This is your resource for exploring various topics in glass: delve deeper with this collection of articles, multimedia, and virtual books all about glass. Content is frequently added to the area, so check back for new items. If you have a topic you'd like to see covered, send us your suggestion. If you have a specific question, Ask a Librarian at our Rakow Research Library.
The technique of forming objects from rods and tubes of glass that, when heated in a flame, become soft and can be manipulated into the desired shape. Formerly, the source of the flame was an oil or paraffin lamp used in conjunction with foot-powered bellows; today, gas-fueled torches are used.
A separate ring of glass added to the base after the body of the vessel has been formed.
(1) The bench used by the gaffer while forming a glass object. Traditionally, this is a wide bench with arms, on which the gaffer rests the blowpipe with its parison of molten glass and rolls it backward and forward so that the parison retains its symmetrical shape during the forming process. (2)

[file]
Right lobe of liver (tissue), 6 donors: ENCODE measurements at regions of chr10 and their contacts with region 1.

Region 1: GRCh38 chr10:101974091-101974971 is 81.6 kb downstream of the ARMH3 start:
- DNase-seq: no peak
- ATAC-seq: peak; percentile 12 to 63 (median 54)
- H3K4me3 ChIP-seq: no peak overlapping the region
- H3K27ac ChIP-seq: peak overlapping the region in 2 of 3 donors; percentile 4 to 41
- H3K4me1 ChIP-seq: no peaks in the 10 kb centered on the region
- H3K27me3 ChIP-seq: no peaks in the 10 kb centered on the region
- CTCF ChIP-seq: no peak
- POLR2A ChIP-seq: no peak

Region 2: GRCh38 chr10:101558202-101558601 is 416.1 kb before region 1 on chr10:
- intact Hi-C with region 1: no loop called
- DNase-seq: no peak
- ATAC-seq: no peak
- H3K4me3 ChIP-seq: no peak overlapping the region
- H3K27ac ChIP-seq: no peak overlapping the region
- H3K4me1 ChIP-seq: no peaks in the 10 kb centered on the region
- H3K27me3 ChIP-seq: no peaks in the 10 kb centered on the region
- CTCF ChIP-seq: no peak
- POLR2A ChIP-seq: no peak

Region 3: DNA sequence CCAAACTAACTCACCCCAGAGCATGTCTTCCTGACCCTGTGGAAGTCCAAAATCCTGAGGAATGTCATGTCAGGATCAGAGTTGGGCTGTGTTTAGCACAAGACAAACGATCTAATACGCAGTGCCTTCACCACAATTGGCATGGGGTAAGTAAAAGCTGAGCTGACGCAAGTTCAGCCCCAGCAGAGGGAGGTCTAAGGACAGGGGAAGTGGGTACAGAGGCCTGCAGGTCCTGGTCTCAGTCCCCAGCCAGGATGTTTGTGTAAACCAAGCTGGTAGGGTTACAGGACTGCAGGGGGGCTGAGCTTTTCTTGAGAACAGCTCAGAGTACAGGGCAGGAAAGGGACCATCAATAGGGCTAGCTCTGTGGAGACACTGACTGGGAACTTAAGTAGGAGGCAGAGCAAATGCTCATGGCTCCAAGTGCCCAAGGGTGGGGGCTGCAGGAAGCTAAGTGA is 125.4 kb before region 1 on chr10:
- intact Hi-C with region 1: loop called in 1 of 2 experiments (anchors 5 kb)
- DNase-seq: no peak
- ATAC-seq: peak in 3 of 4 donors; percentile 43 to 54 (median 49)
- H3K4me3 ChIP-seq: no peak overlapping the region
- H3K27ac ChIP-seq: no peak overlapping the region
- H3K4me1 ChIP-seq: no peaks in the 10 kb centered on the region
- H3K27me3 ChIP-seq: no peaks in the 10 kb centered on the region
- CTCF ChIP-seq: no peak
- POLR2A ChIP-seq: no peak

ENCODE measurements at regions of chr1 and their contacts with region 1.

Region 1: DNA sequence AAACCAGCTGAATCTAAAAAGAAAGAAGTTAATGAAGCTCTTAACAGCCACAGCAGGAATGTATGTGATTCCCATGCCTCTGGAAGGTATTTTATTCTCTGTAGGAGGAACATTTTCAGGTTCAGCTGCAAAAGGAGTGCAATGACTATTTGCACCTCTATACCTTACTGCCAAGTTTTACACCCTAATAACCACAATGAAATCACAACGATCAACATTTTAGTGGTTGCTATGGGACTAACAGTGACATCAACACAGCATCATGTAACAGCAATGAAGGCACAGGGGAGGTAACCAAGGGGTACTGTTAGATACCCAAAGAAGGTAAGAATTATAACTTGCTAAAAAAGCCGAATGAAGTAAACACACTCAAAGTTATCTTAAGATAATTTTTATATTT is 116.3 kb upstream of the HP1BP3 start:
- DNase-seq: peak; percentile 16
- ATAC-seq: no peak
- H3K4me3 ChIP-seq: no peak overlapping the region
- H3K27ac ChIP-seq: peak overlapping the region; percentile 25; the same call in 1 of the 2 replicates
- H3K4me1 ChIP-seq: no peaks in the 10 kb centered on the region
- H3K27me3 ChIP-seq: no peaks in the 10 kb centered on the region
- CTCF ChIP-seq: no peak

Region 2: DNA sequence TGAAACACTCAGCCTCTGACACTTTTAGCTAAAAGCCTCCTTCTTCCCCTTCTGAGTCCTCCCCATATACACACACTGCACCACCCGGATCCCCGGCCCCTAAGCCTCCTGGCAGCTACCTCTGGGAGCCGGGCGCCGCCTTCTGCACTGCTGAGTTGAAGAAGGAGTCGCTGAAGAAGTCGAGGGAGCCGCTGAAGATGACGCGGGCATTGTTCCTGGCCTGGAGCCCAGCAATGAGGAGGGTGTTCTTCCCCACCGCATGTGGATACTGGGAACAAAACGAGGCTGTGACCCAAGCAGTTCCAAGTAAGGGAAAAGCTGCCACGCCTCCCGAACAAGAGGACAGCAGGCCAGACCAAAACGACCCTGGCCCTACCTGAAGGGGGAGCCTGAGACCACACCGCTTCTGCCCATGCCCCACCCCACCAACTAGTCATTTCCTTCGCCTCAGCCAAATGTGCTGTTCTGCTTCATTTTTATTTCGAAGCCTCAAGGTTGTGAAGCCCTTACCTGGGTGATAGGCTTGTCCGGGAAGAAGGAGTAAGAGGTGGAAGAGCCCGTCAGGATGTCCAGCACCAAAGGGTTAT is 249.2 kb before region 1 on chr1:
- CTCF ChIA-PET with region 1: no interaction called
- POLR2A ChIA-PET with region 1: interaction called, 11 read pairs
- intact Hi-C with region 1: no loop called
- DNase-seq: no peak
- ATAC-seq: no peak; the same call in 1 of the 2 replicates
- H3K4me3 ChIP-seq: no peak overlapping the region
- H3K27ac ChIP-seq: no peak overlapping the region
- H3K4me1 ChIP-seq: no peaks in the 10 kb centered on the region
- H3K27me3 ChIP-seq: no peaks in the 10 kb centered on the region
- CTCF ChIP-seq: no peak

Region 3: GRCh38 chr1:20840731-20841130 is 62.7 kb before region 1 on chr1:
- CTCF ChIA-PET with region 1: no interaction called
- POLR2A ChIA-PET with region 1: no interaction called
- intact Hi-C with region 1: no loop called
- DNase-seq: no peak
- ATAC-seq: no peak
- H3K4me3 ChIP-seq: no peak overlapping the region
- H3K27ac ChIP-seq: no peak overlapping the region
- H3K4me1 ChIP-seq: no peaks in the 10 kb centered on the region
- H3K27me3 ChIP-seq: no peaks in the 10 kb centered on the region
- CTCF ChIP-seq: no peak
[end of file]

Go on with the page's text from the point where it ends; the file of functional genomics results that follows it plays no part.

A small cup in which a partial vacuum is created for cupping. Cupping is the technique of drawing blood to the surface of the body, usually for bloodletting.
A tool with two metal arms joined at one end by a spring. The distance between the arms is controlled by the glassworker, who uses jacks for a variety of purposes while shaping the parison (for example, to form the mouths of open vessels). This tool is also known as a borsella or pucellas.
Window glass made by inflating a large gather and swinging it until it forms a cylinder. The cylinder is then detached from the blowpipe, and both ends are removed with shears. Next, the cylinder (sometimes known as a muff) is cut lengthwise, reheated, and either tooled or allowed to slump until it
A technique adapted from metalworking. The object to be fashioned in glass is modeled in wax and encased in clay or plaster that is heated. The wax melts and is released through vents or “gates,” also made of wax, which have been attached to the object before heating. The clay or plaster dries and
A decorative effect that causes the surface of the glass to resemble cracked ice. This is achieved by repeatedly plunging a parison of hot glass into cold water and withdrawing it quickly. The thermal shock creates fissures in the surface, and these impart a frosted appearance after the parison has
A pair of bottles blown separately and then fused, usually with the two necks pointing in different directions.
(German, “gold between glass”) A type of decoration, produced in Bohemia and Austria in the 18th century, in which a design in gold or silver leaf is incorporated between two vessels that fit together precisely. Unlike Hellenistic and Roman gold glass, which is fused, Zwischengoldglas is bonded